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Substance Abuse

SubstanceAbuse

Substance is a concern for many veterans. In 2008 Department of Defense Health Behavior Survey reveals general reductions over time in tobacco use and illicit drug use, it reported increases in other areas, such as prescription drug abuse and heavy alcohol use. In fact, prescription drug abuse doubled among U.S. military personnel from 2002 to 2005 and almost tripled between 2005 and 2008.

Alcohol abuse is the most prevalent problem, which poses a significant health risk. A study of Army soldiers screened 3 to 4 months after returning from deployment to Iraq showed that 27 percent met criteria for alcohol abuse and were at increased risk for related harmful behaviors (e.g., drinking and driving, using illicit drugs). And although soldiers frequently report alcohol concerns, few are referred to alcohol treatment.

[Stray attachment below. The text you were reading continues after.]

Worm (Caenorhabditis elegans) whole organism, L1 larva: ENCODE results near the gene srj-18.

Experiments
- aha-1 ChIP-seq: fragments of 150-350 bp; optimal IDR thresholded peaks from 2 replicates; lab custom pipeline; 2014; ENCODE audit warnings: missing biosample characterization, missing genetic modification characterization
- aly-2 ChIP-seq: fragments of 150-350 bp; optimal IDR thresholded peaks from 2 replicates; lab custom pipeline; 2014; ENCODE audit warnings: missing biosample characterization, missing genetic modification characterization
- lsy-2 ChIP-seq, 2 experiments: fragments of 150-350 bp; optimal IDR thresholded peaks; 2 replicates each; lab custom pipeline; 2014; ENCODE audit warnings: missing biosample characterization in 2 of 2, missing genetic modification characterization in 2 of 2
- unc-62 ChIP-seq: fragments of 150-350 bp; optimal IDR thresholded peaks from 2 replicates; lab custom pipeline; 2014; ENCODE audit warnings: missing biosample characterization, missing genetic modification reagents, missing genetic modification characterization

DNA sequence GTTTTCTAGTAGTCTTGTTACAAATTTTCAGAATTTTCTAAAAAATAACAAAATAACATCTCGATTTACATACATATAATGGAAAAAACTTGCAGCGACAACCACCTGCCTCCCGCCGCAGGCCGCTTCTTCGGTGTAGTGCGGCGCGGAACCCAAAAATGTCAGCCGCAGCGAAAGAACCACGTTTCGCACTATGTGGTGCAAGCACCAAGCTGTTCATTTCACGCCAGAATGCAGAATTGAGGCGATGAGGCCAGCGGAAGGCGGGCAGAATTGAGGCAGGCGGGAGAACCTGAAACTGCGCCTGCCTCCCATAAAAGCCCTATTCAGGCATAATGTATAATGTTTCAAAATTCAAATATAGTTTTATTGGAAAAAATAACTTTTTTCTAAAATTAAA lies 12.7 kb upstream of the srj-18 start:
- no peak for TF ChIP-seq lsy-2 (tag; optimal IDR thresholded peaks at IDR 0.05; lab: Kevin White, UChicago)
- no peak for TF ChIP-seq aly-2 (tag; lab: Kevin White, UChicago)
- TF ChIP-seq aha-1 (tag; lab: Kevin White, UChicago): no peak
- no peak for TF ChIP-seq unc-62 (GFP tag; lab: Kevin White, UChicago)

Research findings highlight the need to improve screening and access to care for alcohol-related problems among service members returning from combat deployments.

Mental illness among military personnel is also a major concern. In another study of returning soldiers, clinicians identified 20 percent of active and 42 percent of reserve component soldiers as requiring mental health treatment.

Drug or alcohol use frequently accompanies mental health problems and was involved in 30 percent of the Army’s suicide deaths from 2003 to 2009 and in more than 45 percent of non-fatal suicide attempts from 2005 to 2009.

Source: http://www.drugabuse.gov/publications/topics-in-brief/substance-abuse-among-military-veterans-their-families

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